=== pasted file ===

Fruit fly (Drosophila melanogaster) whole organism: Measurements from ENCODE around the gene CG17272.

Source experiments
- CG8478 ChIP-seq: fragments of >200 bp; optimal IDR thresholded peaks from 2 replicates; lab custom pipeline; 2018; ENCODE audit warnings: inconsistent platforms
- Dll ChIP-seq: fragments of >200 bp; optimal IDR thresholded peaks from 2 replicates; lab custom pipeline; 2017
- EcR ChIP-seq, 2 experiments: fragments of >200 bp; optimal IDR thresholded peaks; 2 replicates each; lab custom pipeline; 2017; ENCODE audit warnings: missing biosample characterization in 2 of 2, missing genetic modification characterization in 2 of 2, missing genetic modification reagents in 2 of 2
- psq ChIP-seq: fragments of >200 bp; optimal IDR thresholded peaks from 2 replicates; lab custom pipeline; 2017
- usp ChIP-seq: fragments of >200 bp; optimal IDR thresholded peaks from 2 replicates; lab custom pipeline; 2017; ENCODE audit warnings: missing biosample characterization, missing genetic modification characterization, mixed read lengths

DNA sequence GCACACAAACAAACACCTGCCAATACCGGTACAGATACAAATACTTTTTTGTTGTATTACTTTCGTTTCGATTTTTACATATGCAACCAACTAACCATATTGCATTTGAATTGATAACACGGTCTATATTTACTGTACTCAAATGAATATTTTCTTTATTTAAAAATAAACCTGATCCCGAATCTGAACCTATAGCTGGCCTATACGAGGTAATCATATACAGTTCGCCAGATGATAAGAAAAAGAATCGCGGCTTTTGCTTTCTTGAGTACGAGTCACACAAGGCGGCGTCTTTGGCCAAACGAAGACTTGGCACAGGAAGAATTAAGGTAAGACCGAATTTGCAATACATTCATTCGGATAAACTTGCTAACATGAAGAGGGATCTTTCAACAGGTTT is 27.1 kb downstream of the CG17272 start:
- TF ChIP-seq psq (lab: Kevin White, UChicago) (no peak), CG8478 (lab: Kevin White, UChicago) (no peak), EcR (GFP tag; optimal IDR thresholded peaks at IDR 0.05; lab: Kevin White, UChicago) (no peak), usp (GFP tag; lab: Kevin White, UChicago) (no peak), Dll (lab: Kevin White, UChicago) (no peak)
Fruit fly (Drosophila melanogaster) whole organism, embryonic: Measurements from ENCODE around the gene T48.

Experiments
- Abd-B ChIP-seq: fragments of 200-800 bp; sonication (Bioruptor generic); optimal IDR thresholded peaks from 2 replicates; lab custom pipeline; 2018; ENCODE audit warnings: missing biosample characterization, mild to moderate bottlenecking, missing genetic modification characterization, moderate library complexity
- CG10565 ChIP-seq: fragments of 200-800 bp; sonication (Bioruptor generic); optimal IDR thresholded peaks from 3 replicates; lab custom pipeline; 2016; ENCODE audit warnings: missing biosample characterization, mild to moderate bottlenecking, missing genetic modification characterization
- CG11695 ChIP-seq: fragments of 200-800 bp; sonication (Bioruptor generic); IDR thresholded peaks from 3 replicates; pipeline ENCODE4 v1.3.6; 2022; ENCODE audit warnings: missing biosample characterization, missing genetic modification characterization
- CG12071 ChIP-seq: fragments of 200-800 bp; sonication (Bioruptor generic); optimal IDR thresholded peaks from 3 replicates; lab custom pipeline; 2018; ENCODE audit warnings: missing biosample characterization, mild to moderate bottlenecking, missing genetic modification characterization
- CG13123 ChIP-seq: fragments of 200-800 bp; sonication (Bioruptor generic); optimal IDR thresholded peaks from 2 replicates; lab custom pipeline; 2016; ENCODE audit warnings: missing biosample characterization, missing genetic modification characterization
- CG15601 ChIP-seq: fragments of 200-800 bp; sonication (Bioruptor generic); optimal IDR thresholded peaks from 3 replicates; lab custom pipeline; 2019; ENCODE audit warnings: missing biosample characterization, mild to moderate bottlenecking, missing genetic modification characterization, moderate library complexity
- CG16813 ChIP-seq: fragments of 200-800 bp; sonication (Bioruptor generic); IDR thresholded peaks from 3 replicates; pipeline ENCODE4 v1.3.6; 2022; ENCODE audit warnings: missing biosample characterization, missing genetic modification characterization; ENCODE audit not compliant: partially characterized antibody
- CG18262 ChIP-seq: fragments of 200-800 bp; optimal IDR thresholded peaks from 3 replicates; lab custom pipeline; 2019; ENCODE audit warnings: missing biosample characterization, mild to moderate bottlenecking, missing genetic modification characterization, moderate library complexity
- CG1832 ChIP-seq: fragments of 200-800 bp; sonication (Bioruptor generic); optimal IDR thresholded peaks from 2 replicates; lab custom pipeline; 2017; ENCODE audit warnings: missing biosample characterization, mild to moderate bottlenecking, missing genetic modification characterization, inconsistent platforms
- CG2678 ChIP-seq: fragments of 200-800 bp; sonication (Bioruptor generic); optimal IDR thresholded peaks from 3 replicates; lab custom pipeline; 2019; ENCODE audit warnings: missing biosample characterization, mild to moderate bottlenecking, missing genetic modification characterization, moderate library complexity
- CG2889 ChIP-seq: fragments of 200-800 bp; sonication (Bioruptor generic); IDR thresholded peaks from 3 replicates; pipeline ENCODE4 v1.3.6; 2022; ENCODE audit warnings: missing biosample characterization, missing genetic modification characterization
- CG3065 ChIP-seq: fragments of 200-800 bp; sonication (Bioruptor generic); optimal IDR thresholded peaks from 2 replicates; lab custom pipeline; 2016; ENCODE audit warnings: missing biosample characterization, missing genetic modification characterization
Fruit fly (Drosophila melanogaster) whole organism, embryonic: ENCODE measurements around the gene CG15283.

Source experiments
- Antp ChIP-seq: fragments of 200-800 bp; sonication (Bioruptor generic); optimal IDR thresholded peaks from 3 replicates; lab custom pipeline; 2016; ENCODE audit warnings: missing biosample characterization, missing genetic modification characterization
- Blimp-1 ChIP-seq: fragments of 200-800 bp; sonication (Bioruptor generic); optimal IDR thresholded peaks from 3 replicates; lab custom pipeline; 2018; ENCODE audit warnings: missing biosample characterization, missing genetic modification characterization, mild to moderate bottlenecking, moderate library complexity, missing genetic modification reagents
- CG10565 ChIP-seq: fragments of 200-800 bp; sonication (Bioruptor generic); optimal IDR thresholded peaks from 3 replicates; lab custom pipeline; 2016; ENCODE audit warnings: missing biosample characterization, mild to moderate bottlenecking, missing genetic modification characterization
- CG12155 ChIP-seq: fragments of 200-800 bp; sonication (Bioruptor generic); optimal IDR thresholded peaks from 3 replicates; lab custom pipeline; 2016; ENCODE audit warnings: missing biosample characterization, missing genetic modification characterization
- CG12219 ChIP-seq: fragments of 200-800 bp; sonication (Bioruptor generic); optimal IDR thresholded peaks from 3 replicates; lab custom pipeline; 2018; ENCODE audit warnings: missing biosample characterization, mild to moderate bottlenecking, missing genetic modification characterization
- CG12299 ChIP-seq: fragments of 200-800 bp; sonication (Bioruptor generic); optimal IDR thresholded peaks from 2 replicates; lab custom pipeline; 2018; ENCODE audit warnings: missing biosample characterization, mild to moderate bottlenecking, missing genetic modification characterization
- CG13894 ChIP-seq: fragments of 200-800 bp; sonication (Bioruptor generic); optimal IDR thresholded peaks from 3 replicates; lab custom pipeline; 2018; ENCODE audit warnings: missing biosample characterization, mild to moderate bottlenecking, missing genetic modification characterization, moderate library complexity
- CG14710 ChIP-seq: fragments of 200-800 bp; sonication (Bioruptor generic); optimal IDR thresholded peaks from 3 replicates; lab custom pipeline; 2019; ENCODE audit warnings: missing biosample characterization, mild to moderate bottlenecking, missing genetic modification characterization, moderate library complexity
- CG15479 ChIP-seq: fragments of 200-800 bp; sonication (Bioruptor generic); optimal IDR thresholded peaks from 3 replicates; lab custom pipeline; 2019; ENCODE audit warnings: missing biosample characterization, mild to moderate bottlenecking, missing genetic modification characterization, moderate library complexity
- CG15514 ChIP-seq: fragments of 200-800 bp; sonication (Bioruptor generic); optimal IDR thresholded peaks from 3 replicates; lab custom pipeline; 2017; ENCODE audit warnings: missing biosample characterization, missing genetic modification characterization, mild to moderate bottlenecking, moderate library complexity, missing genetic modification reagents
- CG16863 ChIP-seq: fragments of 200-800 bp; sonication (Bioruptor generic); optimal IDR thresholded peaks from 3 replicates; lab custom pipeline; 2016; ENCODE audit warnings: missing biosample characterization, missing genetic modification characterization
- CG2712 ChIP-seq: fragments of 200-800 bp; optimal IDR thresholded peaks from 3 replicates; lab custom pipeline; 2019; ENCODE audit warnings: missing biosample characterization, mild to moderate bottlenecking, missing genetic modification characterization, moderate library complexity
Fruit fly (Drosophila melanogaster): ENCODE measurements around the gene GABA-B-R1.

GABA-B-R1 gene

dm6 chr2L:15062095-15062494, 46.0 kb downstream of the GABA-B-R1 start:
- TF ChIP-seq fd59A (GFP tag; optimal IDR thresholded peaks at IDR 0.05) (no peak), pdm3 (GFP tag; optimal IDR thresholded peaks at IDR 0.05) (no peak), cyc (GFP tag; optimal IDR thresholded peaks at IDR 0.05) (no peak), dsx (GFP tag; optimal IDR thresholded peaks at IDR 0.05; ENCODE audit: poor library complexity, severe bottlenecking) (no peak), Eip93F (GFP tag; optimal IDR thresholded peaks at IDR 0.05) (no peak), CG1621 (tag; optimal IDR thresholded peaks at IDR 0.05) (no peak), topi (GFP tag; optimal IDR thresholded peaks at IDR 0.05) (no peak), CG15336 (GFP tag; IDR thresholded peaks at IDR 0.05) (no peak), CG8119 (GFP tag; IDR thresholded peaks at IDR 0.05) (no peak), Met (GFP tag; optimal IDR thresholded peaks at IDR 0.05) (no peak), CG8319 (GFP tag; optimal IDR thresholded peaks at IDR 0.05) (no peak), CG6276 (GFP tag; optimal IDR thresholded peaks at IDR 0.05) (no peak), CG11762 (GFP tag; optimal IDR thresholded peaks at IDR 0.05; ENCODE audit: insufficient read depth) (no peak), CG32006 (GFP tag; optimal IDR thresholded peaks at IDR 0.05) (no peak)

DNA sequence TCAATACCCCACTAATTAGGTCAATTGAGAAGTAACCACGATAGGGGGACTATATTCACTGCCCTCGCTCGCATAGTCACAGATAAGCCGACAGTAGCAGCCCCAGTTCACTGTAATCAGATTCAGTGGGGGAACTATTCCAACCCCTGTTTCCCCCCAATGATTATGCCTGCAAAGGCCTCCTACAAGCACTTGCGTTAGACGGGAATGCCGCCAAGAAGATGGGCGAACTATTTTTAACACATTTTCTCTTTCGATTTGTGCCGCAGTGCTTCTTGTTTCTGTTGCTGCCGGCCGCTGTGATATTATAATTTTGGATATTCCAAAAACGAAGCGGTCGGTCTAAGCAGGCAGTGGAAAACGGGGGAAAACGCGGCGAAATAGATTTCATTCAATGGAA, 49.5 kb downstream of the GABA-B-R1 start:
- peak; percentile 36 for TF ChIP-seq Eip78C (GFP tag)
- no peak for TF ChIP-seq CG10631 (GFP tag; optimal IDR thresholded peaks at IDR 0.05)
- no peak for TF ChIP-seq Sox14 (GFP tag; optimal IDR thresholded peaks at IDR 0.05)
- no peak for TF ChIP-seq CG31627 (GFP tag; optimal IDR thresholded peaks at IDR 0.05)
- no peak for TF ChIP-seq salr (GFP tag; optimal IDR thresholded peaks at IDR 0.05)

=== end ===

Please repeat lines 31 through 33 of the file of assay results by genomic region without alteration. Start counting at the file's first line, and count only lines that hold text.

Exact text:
- CG12299 ChIP-seq: fragments of 200-800 bp; sonication (Bioruptor generic); optimal IDR thresholded peaks from 2 replicates; lab custom pipeline; 2018; ENCODE audit warnings: missing biosample characterization, mild to moderate bottlenecking, missing genetic modification characterization
- CG13894 ChIP-seq: fragments of 200-800 bp; sonication (Bioruptor generic); optimal IDR thresholded peaks from 3 replicates; lab custom pipeline; 2018; ENCODE audit warnings: missing biosample characterization, mild to moderate bottlenecking, missing genetic modification characterization, moderate library complexity
- CG14710 ChIP-seq: fragments of 200-800 bp; sonication (Bioruptor generic); optimal IDR thresholded peaks from 3 replicates; lab custom pipeline; 2019; ENCODE audit warnings: missing biosample characterization, mild to moderate bottlenecking, missing genetic modification characterization, moderate library complexity